Accepting Monsters Into Our Hearts

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Matthai Chakko Kuruvila, writing for the San Francisco Chronicle, takes a look at the broad religious appeal of the film “Pan’s Labyrinth”.

“Pan’s Labyrinth,” which won three Oscars, is not explicit about its images, prompting Christians, pagans and others to claim the movie as a parable about their own beliefs. The film subtly criticizes the Catholic Church’s complicity in fascist Spain. However, the U.S. Conference on Catholic Bishops as well as Christianity Today gave the film glowing reviews for its Christian themes.

Some see the film as a sign that we are moving into a “spiritual but not religious” future. The article quotes evangelical author Robert Johnston, who claims that the film promotes a “practical theology” that stems from “lived experience” instead of a fixed doctrine (like Christianity). Kuruvila also speaks with Starhawk about the film, the Pagan author and activist seems strangely fixated on the “dangers” of Ofelia’s “subjective” reality.

“The darkness and violence of Ofelia’s fairy tale echoes her real-world existence. But it also reveals the dangers of a completely subjective, self-defined spirituality, says Starhawk, a nationally influential pagan and author who lives in San Francisco. “Opening up to the other world without the training or guidance, you can get lost and sidetracked,” says Starhawk, noting that other faiths also warn against carelessly dabbling in spiritual practices. “You can get lost in the nightmare instead of being able to find the dream.” A hallucination can easily be mistaken for a spiritual vision, she says. “Nobody ever sat her down and said (to Ofelia) here’s how you travel in the afterworld, fix your mind on the destination,” says Starhawk. ‘Everything in her culture would have told her this was dangerous, possibly satanic and scary.'”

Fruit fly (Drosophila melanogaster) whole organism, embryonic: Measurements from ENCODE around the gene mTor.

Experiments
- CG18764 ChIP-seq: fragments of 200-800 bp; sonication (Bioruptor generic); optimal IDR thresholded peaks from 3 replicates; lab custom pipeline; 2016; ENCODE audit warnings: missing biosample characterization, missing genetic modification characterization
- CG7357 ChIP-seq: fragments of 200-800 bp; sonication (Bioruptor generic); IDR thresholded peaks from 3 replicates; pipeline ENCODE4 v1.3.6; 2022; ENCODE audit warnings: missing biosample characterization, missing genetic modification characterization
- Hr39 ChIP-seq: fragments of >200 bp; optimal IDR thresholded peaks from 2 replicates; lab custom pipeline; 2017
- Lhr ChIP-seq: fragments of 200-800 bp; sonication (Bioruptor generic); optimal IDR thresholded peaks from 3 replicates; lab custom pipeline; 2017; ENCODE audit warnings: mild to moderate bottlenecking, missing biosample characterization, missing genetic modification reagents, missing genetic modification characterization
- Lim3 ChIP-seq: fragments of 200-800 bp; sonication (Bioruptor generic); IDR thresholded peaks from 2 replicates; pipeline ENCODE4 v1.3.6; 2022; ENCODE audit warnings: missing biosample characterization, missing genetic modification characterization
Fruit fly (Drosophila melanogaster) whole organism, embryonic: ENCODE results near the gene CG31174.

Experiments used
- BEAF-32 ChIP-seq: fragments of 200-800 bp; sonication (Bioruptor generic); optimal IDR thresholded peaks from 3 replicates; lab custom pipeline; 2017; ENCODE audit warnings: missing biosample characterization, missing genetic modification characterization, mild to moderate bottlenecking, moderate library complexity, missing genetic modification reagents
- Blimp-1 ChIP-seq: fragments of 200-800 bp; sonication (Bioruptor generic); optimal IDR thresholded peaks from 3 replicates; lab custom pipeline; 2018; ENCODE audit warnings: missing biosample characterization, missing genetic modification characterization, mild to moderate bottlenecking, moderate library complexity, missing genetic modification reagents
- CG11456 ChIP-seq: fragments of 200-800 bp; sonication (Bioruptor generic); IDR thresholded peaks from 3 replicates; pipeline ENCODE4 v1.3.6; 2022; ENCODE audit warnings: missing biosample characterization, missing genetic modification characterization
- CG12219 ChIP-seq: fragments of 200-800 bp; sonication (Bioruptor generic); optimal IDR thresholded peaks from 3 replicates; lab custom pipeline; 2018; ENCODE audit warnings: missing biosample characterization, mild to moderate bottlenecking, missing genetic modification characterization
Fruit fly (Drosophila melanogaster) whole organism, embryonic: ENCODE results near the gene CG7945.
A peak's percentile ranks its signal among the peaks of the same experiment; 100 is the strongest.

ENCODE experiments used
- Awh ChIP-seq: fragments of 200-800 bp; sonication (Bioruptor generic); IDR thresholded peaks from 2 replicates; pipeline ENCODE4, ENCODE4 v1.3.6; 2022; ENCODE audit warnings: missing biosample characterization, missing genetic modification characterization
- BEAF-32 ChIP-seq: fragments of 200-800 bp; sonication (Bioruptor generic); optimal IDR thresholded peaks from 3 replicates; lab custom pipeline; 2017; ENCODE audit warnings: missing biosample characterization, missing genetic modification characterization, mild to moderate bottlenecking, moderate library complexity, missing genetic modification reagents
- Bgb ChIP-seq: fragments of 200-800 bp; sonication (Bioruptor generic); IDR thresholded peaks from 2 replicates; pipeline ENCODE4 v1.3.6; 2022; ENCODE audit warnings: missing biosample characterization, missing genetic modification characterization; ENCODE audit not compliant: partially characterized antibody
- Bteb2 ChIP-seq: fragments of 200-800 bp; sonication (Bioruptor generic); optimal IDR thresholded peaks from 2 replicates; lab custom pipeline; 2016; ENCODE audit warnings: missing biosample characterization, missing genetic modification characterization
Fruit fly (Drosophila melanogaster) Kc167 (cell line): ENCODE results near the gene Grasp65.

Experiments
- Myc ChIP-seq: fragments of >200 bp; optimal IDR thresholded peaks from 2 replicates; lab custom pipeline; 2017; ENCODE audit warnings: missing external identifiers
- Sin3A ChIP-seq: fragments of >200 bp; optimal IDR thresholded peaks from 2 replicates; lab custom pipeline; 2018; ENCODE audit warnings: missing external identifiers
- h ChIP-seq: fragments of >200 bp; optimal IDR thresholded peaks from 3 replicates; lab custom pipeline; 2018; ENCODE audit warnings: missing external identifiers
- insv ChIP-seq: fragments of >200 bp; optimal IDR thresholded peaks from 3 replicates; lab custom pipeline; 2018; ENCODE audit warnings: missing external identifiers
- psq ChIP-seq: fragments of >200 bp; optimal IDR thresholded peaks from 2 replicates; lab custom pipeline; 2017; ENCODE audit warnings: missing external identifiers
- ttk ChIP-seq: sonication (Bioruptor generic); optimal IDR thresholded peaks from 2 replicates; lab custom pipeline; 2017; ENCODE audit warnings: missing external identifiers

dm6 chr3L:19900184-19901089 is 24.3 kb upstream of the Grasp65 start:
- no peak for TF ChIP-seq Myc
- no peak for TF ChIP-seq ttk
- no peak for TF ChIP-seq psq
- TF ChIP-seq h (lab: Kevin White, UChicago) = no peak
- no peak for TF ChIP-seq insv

I’m curious as to why Starhawk felt that was the message to send when giving the Pagan response to this film. Christians are talking about how groundbreaking it is, and how it is a sign of our changing religious culture (organically, it should be noted, in comparison with the manufactured “message” of “The Da Vinci Code”), and Starhawk discusses how Ofelia should have gotten proper training and warns against the dangers of a “self-defined” religion?

I believe “Pan’s Labyrinth” presents a unique opportunity to discuss Pagan/polytheist theology in contrast to the dominant monotheisms. Unlike “The Da Vinci Code”, this film isn’t bogged down with questions about Christian heresy and Gnosticism and can be referenced without having to talk about our views on Mary Magdalen’s marital status. If this film continues to seep into public conversations about faith and religion, Pagan commentators should be ready to move beyond disclaimers regarding Ofelia’s actions and instead talk about what elements in the film accurately portray Pagan ideas and beliefs.